Saturday, August 21, 2021

stability & uncertainty | the creative life

The past few years, I go through strange bouts of contentment and sudden, sharp jabs of discontent. These usually have to do with workloads and money and forever, the unpaid work of being a writer and an editor. Of being permanently understaffed at the library, where I've often taken on things far beyond my pay grade, but also had things foist upon me due to staff changes (things that used to be whole other positions, sometimes in other departments).  It seems tacky to talk about job woes on the internet, but I have always tried to be honest in this space. And these aren't things I haven't said to my superiors dozens of times, but they too, have limited abilities to change things--budget cuts, institutional stinginess, lack of hands, hiring freezes.  They are good people and I consider them friends. They are trying.  I am trying.  Covid threw a wrench in a lot of things, so these are minor.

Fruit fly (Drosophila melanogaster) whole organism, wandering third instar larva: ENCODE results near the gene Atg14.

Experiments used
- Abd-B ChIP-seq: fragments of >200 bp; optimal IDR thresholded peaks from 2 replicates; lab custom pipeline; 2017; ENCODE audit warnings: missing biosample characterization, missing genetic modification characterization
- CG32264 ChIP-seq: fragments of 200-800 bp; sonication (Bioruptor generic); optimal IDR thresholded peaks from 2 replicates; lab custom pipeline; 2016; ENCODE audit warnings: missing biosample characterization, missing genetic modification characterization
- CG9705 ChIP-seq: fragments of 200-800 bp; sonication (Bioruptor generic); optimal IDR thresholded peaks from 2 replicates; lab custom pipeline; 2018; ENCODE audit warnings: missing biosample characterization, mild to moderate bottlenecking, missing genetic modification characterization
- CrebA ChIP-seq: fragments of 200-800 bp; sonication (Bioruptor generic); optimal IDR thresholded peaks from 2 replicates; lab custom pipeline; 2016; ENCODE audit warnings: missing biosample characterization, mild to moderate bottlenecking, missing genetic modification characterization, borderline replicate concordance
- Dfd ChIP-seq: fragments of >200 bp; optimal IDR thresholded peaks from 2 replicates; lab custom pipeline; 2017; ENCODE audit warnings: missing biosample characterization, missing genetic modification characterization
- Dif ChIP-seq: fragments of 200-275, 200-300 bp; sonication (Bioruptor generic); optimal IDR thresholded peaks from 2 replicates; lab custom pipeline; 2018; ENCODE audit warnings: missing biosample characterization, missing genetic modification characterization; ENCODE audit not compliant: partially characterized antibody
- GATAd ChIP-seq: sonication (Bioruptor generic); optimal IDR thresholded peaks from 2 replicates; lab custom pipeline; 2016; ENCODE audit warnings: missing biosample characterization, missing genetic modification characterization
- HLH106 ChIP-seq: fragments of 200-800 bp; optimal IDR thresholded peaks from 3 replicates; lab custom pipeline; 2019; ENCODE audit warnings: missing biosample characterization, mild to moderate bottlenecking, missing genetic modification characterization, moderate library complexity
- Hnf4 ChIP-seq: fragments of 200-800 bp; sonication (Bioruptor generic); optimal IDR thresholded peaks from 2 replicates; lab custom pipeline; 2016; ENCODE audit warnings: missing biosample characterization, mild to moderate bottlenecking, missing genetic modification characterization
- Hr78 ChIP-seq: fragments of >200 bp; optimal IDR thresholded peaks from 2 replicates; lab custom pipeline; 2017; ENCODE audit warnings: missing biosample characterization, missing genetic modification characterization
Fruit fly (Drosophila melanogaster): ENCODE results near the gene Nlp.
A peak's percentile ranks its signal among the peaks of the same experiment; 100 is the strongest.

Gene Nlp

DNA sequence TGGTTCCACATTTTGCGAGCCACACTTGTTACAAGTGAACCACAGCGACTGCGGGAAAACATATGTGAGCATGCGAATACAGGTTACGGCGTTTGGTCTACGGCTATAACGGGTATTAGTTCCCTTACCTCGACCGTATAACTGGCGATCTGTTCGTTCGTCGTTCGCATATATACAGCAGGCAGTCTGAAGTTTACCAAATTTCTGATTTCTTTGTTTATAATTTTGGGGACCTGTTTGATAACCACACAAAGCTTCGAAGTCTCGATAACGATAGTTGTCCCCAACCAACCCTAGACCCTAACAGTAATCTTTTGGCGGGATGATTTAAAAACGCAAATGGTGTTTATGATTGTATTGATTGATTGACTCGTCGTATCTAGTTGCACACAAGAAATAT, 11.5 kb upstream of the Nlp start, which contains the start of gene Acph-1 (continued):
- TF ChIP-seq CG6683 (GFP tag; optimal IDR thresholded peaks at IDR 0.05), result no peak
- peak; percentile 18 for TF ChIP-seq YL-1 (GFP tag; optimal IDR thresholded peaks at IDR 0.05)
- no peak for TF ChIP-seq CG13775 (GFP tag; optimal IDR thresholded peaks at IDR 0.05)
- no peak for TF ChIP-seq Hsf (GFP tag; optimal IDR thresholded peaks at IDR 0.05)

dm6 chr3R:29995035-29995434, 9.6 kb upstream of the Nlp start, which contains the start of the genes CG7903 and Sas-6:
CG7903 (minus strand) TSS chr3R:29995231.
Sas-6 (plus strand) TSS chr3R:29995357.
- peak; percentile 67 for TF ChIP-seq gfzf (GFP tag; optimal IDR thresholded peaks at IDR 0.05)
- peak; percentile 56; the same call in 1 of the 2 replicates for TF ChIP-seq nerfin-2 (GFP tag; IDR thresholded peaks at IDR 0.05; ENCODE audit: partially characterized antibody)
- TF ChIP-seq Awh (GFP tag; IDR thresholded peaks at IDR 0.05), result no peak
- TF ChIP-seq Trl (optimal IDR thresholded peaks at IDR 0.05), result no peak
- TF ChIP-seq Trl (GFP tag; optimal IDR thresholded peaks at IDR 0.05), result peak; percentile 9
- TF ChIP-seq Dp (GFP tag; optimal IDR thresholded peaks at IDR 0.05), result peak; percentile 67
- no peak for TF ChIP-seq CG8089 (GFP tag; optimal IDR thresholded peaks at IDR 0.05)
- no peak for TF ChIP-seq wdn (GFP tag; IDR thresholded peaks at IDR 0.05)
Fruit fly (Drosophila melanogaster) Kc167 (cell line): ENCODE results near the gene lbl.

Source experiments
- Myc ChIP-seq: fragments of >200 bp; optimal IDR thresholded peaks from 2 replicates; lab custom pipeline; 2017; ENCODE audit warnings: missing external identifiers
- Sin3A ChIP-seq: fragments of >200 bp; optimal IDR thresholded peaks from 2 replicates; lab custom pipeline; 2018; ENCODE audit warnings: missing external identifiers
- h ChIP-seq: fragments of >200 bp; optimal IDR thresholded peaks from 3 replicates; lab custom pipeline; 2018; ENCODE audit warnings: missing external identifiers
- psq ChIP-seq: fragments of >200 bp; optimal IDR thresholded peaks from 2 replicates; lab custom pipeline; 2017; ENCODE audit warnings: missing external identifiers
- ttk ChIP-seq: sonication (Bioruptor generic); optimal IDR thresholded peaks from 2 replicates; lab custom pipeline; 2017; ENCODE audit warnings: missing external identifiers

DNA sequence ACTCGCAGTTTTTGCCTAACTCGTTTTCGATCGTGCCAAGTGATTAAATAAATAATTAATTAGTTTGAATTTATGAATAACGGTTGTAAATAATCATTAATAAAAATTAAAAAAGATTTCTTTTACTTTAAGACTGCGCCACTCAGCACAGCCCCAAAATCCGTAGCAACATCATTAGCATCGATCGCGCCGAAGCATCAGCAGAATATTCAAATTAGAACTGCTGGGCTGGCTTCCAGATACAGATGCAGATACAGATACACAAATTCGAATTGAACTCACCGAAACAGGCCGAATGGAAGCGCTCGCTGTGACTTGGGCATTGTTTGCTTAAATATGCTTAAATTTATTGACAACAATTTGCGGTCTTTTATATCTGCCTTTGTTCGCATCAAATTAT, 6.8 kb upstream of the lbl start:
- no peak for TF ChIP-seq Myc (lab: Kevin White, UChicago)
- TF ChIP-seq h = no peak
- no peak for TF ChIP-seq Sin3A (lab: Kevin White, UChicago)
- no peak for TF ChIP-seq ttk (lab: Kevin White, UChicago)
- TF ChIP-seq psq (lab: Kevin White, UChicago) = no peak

I have the dream to eventually be able to float on my own creative work and the press (and therefore, be better and more intentional at these things as well.)  But it's a risk that sets my Taurean heart into a tailspin of panic.  Even outside of things like health insurance and retirement saving, there is living and existing in a rather expensive city where I live alone and shoulder all expenses. I nearly topped the whole house of cards trying to pay two rents in the fall of 2019.  My living expenses are just covered by my library job (just), but I live as frugally as I can/ was raised  (waiting for sales, thrifting most things, buying second hand clothes. watching my restaurant/entertainmment budget, using public trans, cheap electronics, and very little traveling even before covid.)  Because I live paycheck to paycheck. I have no real savings beyond my 401K, which is still smaller than it should be.Occasionally there is some money left over for small treats like iced lattes and fancy bath gel. But not always.